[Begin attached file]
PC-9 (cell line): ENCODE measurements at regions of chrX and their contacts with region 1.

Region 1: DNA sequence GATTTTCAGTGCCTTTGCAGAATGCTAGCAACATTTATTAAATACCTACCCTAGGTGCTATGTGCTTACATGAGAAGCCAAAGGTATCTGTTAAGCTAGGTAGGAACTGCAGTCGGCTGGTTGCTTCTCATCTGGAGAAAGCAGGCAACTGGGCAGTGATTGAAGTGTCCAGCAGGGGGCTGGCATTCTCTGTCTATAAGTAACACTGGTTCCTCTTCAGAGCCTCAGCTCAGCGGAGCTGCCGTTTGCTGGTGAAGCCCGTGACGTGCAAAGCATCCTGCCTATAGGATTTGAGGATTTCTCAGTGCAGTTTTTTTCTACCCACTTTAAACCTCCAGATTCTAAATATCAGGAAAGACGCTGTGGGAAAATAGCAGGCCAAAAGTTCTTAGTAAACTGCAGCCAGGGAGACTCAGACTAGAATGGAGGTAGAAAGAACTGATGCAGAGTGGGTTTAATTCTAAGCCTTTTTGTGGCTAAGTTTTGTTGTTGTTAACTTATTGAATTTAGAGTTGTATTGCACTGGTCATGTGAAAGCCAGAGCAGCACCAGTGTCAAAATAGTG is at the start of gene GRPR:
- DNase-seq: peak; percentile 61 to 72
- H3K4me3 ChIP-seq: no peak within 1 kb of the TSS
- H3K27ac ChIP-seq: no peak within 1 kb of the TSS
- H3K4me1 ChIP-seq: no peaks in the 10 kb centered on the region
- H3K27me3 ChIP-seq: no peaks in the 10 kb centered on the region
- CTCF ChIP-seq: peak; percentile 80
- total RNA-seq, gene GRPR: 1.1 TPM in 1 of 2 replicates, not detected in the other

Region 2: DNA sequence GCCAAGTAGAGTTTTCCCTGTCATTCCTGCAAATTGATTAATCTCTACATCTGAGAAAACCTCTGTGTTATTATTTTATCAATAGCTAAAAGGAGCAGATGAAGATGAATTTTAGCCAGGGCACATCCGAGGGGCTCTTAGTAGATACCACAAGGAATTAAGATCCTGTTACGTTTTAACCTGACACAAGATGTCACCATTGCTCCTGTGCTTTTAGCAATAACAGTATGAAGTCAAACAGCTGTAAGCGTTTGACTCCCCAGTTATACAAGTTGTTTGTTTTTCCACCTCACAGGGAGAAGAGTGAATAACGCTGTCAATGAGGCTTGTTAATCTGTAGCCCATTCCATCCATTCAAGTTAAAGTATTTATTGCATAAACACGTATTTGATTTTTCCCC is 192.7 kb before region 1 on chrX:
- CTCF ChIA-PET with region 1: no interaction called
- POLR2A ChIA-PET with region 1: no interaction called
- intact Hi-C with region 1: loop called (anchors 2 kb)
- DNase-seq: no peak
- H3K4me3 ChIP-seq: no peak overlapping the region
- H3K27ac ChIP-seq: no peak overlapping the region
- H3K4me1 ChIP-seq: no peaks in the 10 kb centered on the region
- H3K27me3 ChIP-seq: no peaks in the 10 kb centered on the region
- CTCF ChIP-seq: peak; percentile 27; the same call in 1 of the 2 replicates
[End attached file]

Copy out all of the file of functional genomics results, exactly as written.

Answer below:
PC-9 (cell line): ENCODE measurements at regions of chrX and their contacts with region 1.

Region 1: DNA sequence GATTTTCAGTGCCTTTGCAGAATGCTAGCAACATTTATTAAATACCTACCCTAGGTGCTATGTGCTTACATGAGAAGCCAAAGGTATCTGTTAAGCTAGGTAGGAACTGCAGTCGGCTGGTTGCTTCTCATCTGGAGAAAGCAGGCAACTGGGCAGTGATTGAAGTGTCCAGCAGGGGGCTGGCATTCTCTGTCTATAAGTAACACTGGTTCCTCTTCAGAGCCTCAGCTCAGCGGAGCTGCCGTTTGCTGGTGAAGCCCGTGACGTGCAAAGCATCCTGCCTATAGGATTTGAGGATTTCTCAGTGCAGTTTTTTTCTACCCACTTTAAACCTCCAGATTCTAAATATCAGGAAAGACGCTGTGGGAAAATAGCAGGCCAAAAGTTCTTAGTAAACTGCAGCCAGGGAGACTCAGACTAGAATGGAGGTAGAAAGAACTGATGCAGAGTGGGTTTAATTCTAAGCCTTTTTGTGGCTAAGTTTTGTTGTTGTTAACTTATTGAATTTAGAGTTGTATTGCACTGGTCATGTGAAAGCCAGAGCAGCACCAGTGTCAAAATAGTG is at the start of gene GRPR:
- DNase-seq: peak; percentile 61 to 72
- H3K4me3 ChIP-seq: no peak within 1 kb of the TSS
- H3K27ac ChIP-seq: no peak within 1 kb of the TSS
- H3K4me1 ChIP-seq: no peaks in the 10 kb centered on the region
- H3K27me3 ChIP-seq: no peaks in the 10 kb centered on the region
- CTCF ChIP-seq: peak; percentile 80
- total RNA-seq, gene GRPR: 1.1 TPM in 1 of 2 replicates, not detected in the other

Region 2: DNA sequence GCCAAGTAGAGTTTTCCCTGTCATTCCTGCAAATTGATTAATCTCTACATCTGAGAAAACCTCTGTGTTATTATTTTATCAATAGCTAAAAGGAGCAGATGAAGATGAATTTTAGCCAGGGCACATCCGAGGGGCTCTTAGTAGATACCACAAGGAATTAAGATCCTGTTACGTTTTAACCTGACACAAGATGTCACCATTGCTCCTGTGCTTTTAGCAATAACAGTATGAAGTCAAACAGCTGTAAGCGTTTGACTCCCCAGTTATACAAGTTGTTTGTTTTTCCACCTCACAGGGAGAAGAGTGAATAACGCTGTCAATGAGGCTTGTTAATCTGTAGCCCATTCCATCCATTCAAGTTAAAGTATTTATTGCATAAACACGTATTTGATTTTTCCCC is 192.7 kb before region 1 on chrX:
- CTCF ChIA-PET with region 1: no interaction called
- POLR2A ChIA-PET with region 1: no interaction called
- intact Hi-C with region 1: loop called (anchors 2 kb)
- DNase-seq: no peak
- H3K4me3 ChIP-seq: no peak overlapping the region
- H3K27ac ChIP-seq: no peak overlapping the region
- H3K4me1 ChIP-seq: no peaks in the 10 kb centered on the region
- H3K27me3 ChIP-seq: no peaks in the 10 kb centered on the region
- CTCF ChIP-seq: peak; percentile 27; the same call in 1 of the 2 replicates